Personal Protective Equipment is specialized clothing or equipment worn by an employee for protection against a hazard. General work clothes (e.g., uniforms, pants, shirts or blouses) not intended to function as protection against a hazard are not considered to be personal protective equipment.
Physical Hazard means a chemical for which there is scientifically valid evidence that it is a combustible liquid, a compressed gas, explosive, flammable, an organic peroxide, an oxidizer, pyrophoric, unstable (reactive) or water-reactive.
Pictogram means a composition that may include a symbol plus other graphic elements, such as a border, background pattern, or color, that is intended to convey specific information about the hazards of a chemical. Eight pictograms are designated under this standard for application to a hazard category.
Precautionary Statement means a phrase that describes recommended measures that should be taken to minimize or prevent adverse effects resulting from exposure to a hazardous chemical, or improper storage or handling.
Process Control involves changing the way a job activity or process is done to reduce the risk. Monitoring should be done before as well as after the change is implemented to make sure the changes did result in lower exposures.
Product Identifier is the name or number used for a hazardous chemical on a label or in the SDS. It provides a unique means by which the user can identify the chemical.
Radiation (ionizing) includes alpha rays, beta rays, gamma rays, X-rays, neutrons, high-speed electrons, high-speed protons, and other atomic particles; but such term does not include sound or radio waves, or visible light, or infrared or ultraviolet light.
Regulated Waste means liquid or semi-liquid blood or other potentially infectious materials; contaminated items that would release blood or other potentially infectious materials in a liquid or semi-liquid state if compressed; items that are caked with dried blood or other potentially infectious materials and are capable of releasing these materials during handling; contaminated sharps; and pathological and microbiological wastes containing blood or other potentially infectious materials.
Safety Data Sheet (SDS) means written or printed material concerning a hazardous chemical that is prepared in accordance with paragraph (g) of this section.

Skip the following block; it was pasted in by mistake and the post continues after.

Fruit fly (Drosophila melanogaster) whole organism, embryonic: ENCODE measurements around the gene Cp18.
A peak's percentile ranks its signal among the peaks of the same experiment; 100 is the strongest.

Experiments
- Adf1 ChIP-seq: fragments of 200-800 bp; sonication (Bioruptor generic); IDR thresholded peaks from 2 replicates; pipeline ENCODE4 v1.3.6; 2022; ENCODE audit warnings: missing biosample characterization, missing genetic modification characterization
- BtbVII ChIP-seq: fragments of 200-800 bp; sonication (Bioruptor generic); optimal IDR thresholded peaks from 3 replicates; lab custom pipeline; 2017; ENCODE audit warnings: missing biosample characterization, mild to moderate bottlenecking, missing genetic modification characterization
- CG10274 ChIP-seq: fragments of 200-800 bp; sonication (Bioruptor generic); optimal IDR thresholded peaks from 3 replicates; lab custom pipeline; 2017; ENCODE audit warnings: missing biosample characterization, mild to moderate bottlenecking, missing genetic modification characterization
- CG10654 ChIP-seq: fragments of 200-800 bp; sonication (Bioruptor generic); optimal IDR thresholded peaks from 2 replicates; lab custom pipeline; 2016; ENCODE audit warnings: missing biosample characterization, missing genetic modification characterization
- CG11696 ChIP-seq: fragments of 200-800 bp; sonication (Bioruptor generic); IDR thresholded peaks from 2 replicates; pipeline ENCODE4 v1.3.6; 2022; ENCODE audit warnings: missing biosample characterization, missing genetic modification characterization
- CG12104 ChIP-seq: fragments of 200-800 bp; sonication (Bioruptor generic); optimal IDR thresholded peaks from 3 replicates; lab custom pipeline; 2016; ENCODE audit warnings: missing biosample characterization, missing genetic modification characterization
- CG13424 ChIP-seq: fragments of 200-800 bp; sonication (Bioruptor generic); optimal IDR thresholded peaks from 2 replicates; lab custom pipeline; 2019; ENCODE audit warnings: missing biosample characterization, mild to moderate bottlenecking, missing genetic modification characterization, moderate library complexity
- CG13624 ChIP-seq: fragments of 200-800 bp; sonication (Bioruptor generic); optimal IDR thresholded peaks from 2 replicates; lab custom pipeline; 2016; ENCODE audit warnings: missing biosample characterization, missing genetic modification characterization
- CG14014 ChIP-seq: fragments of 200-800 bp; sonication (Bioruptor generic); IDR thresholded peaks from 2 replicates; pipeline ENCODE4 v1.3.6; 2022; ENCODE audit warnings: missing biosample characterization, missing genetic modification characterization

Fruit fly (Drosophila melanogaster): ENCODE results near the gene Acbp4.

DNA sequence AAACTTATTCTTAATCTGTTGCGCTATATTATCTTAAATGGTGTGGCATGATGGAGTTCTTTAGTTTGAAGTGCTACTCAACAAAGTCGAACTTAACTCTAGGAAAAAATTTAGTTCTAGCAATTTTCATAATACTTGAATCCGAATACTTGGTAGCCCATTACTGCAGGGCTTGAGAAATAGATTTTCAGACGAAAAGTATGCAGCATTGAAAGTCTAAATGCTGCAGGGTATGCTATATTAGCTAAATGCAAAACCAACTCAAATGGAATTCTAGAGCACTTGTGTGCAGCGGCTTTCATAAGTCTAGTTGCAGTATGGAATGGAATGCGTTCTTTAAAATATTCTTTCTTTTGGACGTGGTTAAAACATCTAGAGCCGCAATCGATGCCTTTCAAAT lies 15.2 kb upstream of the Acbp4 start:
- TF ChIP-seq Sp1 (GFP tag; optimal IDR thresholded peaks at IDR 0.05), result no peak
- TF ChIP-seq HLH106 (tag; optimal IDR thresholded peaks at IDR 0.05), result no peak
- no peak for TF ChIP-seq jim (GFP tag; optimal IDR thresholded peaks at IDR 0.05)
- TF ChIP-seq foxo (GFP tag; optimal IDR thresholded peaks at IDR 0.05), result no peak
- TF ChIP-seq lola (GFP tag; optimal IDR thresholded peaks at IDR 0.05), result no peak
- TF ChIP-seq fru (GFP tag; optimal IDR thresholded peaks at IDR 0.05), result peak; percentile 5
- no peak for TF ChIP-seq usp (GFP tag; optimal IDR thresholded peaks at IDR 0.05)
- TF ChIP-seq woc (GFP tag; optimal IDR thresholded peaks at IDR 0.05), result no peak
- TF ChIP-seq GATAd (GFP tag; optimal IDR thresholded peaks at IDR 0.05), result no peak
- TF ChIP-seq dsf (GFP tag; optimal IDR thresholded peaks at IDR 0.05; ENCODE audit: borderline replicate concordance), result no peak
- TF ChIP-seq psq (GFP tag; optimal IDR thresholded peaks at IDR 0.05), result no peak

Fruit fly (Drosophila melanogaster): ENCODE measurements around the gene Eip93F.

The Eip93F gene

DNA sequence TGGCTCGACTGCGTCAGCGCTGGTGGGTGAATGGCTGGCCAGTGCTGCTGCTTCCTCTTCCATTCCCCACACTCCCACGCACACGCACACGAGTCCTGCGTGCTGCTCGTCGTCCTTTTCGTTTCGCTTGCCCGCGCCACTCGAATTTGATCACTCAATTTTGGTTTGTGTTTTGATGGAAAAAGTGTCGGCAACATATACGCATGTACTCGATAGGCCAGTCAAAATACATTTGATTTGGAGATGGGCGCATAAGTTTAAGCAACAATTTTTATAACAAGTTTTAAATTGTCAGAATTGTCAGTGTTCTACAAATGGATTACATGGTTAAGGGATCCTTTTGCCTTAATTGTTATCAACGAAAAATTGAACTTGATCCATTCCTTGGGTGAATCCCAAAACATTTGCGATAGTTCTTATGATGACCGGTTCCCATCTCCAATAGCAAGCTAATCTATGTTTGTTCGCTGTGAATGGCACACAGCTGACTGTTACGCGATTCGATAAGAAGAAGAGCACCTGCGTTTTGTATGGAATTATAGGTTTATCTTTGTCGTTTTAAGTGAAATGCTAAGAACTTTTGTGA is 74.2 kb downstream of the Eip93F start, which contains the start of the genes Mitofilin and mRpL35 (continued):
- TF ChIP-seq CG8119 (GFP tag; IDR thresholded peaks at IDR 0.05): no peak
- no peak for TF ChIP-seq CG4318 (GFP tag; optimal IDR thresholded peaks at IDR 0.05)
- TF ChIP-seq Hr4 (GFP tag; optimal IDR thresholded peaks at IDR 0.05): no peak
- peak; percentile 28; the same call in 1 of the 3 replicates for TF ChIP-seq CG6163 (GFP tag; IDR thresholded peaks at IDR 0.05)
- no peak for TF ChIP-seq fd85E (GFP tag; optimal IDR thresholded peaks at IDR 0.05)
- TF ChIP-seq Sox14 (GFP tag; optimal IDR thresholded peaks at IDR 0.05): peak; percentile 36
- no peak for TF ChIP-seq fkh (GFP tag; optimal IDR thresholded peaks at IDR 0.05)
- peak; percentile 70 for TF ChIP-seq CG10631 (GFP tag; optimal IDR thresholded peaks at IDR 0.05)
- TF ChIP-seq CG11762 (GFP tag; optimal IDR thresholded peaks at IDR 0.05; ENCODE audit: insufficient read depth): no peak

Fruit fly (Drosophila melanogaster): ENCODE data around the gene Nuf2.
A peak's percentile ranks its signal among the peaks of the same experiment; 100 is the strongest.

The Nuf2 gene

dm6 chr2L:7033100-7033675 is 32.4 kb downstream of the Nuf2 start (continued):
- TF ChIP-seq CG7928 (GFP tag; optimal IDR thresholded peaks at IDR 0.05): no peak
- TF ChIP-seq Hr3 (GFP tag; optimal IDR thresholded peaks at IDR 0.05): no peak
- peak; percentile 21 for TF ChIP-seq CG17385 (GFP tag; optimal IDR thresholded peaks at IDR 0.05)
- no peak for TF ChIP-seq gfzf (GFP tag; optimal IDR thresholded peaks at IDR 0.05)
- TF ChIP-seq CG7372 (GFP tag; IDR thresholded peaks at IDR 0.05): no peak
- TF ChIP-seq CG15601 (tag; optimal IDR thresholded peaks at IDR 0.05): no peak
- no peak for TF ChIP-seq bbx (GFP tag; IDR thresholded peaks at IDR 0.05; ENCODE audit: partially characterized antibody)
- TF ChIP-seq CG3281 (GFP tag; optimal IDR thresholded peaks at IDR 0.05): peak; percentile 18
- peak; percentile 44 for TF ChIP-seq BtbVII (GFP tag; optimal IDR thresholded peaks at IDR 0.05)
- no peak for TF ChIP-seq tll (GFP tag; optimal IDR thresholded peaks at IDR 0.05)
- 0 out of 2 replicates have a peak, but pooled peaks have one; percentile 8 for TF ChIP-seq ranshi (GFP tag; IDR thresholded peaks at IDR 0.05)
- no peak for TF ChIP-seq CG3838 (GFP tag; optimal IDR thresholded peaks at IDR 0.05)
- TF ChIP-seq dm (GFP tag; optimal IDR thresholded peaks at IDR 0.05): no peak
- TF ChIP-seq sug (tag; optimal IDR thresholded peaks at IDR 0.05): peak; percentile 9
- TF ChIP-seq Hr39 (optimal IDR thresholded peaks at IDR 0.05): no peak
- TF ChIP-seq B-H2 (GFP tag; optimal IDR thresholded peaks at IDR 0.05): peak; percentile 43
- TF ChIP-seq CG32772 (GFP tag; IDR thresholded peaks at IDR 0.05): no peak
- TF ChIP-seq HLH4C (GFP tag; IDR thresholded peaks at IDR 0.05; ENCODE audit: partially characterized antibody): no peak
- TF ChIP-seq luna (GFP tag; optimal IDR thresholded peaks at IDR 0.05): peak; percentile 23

Sharps with Engineered Sharps Injury Protections (SESIPs) are defined as a non-needle sharp or a needle device used for withdrawing body fluids, accessing a vein or artery, or administering medications or other fluids, with a built-in safety feature or mechanism that effectively reduces the risk of an exposure incident.
Signal Word means a word used to indicate the relative level of severity of hazard and alert the reader to a potential hazard on the label. The signal words used in this section are “danger” and “warning.” “Danger” is used for the more severe hazards, while “warning” is used for the less severe.
Tagout Device is a prominent warning device, such as a tag and a means of attachment, which can be securely fastened to an energy isolating device in accordance with an established procedure to indicate that the energy isolating device and the equipment being controlled may not be operated until the tagout device is removed.
Universal Precautions is an approach to infection control. According to the concept of Universal Precautions, all human blood and certain human body fluids are treated as if they are known to be infectious for the HIV, HBV, and HCV viruses and/or other bloodborne pathogens.
Work Practice Controls means controls that reduce the likelihood of exposure by altering the manner in which a task is performed (e.g., prohibiting recapping of needles by a two-handed technique).
Work Area means a room or defined space in a workplace where hazardous chemicals are produced or used and where employees are present.
Workplace means an establishment, job site, or project at one geographical location containing one or more work areas.